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This article was published 25/6/2012 (1704 days ago), so information in it may no longer be current.
A man accusing one of the province's top judges of sexual harassment finds out today not only if he'll be granted standing in her disciplinary hearing but also if the federal government will pay for his legal representation.
Alex Chapman originally brought a complaint against Associate Chief Justice Lori Douglas, which led to the hearing, and he'll learn a Canadian Judicial Council inquiry committee's decision in court today.
The committee is looking into Douglas's conduct to determine if she should retain her status as a justice.
Chapman claims Douglas's husband showed him sexually explicit photos of her and asked him to have sex with her. But Douglas has said she did nothing wrong and her husband acted without her knowledge.
Toronto lawyer Rocco Galati argued Chapman needs to have his own lawyer instead of relying on the committee's independent counsel.
"Alex Chapman has a direct and tangential interest in this proceeding," Galati said.
"I'm not impugning the role of the independent counsel, but it doesn't work where you have a complainant and judge saying each is lying.
"If he doesn't get standing then... who out there would ever get standing?"
Galati also asked for funding from the inquiry. He said Chapman has virtually no income since losing his job with an insurance company in 2010.
But Guy Pratte, the committee's independent counsel, and Douglas's lawyer, Molly Reynolds, argued Monday Chapman shouldn't be granted standing, but should remain as one of the committee's witnesses.
"There is no room for a complainant... to complement the job of independent counsel," Pratte said. "He seeks to bring forward no new facts."
Reynolds said the inquiry committee is looking into the conduct of Douglas and she is the only one who could suffer any ramifications out of the hearings, not Chapman.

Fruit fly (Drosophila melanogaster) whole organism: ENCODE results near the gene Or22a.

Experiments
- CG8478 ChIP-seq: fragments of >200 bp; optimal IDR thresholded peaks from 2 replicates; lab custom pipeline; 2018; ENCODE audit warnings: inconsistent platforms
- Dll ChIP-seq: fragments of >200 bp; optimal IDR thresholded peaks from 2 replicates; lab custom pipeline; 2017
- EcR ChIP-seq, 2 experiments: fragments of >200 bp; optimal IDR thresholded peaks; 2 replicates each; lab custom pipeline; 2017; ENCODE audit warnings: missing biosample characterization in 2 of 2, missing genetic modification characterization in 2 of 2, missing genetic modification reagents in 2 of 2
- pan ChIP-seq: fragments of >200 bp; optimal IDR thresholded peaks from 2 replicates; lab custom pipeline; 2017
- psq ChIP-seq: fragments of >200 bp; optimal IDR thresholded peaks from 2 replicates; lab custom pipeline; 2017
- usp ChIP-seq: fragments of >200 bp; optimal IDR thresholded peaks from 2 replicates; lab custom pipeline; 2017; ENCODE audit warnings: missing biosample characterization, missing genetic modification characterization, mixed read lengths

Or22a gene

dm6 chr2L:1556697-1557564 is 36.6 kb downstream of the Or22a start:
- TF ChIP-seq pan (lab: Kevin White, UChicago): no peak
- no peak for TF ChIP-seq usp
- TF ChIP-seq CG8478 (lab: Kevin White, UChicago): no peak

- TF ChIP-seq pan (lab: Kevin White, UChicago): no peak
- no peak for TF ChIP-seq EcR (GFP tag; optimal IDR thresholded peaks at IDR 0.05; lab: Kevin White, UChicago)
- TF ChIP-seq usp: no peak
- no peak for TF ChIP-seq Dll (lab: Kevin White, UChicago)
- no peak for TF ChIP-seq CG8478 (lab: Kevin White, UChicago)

"To give Mr. Chapman standing would be to utterly change the process," she said.
"It would create an adversarial system... it's an attempt to abuse the CJC process."
The inquiry committee will determine whether Douglas, who is the associate chief justice of the family division of the Manitoba Court of Queen's Bench, has a future as a judge.
She has been on leave since the allegations became known in 2010.
The allegations suggest Douglas failed to disclose all relevant facts when she was being considered for the bench, that she and her husband -- lawyer Jack King -- sexually harassed Chapman, pressuring the client to have sex with her and that she can no longer function as a judge because of the public availability of the nude photos.
In 2010, Alex Chapman went public with allegations he was paid $25,000 to keep quiet about images of Douglas he was sent and requests for him to engage in sexual activity with her. The incidents were alleged to have happened while King was representing Chapman in a divorce trial in 2003.
In a recent filing with the CJC, Douglas denied the allegations, stating her husband's actions victimized her, she had no dealings with Chapman and the entire Manitoba legal community was aware of the sordid affair before she was appointed to the bench.
Also Monday, the inquiry committee unanimously rejected applications by Cher Hazen and blogger Clare Pieuk, saying neither had a personal interest in the matter and didn't bring any expertise in the matter to the hearing.
Hazen said she wanted to be part of the inquiry because she is worried Douglas's alleged personal behaviour affected her child-custody hearing.
Pieuk argued he should be given standing to represent the public because "if there is no public intervener, is it really a public inquiry?"
But the committee told him as a blogger member of the media he was welcome to sit in the public courtroom, but was not to be granted standing.
On Sunday, the inquiry committee said discs containing nude photos of Douglas and other women will be considered as a separate complaint against the judge.
The inquiry committee said while accepting the discs, their contents will not be made public until the judges on the committee have had a chance to review the photos and decide whether they should be released.
Douglas had objected to the inclusion of the discs in the process.
The committee said the discs are relevant to three of the four allegations against Douglas.
-- with files from The Canadian Press